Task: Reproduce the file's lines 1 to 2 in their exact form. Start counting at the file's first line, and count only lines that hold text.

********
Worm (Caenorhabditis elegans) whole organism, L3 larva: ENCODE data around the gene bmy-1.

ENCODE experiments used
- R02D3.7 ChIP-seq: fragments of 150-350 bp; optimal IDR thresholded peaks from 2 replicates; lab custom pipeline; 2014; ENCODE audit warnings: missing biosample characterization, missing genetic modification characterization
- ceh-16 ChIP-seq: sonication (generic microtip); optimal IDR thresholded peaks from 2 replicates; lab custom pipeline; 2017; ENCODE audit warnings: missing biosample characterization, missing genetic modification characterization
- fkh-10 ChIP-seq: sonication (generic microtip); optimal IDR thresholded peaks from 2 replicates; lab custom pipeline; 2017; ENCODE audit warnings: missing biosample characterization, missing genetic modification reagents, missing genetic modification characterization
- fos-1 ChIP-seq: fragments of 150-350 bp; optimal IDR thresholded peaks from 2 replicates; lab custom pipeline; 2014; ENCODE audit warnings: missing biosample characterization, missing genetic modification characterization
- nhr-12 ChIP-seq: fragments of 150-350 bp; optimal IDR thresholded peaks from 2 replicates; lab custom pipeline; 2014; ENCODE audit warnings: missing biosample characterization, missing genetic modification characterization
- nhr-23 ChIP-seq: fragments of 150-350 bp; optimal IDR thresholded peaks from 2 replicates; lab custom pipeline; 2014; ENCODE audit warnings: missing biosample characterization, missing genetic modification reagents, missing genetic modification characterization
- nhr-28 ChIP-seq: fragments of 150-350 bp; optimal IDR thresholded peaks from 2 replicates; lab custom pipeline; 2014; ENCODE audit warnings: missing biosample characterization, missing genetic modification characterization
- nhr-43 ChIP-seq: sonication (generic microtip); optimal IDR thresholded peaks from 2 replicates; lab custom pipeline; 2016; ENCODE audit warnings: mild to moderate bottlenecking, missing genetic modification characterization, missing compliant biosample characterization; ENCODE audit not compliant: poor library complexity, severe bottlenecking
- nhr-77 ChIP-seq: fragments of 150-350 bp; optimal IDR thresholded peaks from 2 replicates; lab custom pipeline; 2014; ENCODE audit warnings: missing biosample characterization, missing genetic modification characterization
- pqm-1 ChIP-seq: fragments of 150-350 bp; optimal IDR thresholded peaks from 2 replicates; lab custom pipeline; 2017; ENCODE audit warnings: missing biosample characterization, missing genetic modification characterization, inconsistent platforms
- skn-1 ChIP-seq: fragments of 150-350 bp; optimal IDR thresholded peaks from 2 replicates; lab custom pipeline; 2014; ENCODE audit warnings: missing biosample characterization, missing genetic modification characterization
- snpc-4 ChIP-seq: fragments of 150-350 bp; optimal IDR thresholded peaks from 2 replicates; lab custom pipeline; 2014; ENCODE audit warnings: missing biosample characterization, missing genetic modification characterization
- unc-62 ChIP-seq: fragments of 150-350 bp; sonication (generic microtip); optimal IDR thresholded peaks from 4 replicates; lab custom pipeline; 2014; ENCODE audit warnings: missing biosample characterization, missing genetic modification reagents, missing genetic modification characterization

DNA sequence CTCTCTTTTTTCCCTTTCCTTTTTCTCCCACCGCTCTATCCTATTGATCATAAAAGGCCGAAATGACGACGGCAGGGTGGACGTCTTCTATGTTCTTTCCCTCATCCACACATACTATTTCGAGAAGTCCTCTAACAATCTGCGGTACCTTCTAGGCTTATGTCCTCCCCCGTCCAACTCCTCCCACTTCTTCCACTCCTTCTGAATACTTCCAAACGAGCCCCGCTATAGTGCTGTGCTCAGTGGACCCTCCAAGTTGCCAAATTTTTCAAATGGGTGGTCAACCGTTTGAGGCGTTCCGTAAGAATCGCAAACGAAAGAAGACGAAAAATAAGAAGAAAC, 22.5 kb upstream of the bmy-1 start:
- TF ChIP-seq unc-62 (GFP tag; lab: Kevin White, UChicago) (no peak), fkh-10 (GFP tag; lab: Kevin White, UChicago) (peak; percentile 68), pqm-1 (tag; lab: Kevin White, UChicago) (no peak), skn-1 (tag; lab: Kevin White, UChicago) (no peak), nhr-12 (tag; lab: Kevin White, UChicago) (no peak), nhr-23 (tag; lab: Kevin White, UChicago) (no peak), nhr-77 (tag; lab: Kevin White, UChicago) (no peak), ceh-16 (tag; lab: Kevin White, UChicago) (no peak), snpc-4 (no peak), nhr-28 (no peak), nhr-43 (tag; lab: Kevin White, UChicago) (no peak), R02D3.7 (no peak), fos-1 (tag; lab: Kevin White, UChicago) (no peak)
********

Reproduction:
Worm (Caenorhabditis elegans) whole organism, L3 larva: ENCODE data around the gene bmy-1.

ENCODE experiments used